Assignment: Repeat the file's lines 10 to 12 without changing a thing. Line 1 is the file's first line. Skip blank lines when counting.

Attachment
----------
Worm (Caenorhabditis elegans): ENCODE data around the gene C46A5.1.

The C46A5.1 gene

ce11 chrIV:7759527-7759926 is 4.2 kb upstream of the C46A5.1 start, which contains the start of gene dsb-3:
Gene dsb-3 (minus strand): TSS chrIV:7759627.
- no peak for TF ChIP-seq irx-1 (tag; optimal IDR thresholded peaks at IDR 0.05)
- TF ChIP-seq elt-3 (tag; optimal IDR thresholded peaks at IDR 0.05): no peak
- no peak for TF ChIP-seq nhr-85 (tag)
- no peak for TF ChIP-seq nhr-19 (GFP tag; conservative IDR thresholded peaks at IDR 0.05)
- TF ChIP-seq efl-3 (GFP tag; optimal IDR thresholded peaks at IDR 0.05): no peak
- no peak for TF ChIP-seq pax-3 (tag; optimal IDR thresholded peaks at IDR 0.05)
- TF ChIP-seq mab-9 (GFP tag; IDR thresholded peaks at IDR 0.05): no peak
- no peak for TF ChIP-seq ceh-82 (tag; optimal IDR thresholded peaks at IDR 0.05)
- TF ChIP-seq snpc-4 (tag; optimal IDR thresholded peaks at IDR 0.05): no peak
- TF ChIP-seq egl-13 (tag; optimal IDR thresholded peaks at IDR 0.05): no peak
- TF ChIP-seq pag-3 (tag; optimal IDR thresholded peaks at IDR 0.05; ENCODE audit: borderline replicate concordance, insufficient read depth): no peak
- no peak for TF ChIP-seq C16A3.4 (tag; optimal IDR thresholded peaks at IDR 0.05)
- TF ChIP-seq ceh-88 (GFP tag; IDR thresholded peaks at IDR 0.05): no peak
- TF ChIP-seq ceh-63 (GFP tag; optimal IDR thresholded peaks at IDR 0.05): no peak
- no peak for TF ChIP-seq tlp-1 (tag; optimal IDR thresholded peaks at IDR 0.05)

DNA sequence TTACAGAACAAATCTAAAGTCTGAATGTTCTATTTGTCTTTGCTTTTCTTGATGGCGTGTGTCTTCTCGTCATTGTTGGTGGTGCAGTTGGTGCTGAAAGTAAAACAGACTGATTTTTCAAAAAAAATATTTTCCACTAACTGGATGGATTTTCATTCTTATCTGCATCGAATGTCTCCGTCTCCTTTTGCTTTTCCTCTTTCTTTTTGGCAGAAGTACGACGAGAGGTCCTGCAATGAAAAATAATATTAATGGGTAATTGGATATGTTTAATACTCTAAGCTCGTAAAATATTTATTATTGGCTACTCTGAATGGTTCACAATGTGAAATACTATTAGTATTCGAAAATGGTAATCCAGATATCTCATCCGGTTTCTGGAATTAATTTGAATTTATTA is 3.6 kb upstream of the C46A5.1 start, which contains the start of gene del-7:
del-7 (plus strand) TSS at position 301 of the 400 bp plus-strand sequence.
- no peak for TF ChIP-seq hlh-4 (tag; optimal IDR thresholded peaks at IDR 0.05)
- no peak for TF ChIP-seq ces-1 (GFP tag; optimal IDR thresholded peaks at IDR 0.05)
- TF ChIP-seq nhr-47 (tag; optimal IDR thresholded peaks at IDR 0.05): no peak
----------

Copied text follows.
- no peak for TF ChIP-seq pax-3 (tag; optimal IDR thresholded peaks at IDR 0.05)
- TF ChIP-seq mab-9 (GFP tag; IDR thresholded peaks at IDR 0.05): no peak
- no peak for TF ChIP-seq ceh-82 (tag; optimal IDR thresholded peaks at IDR 0.05)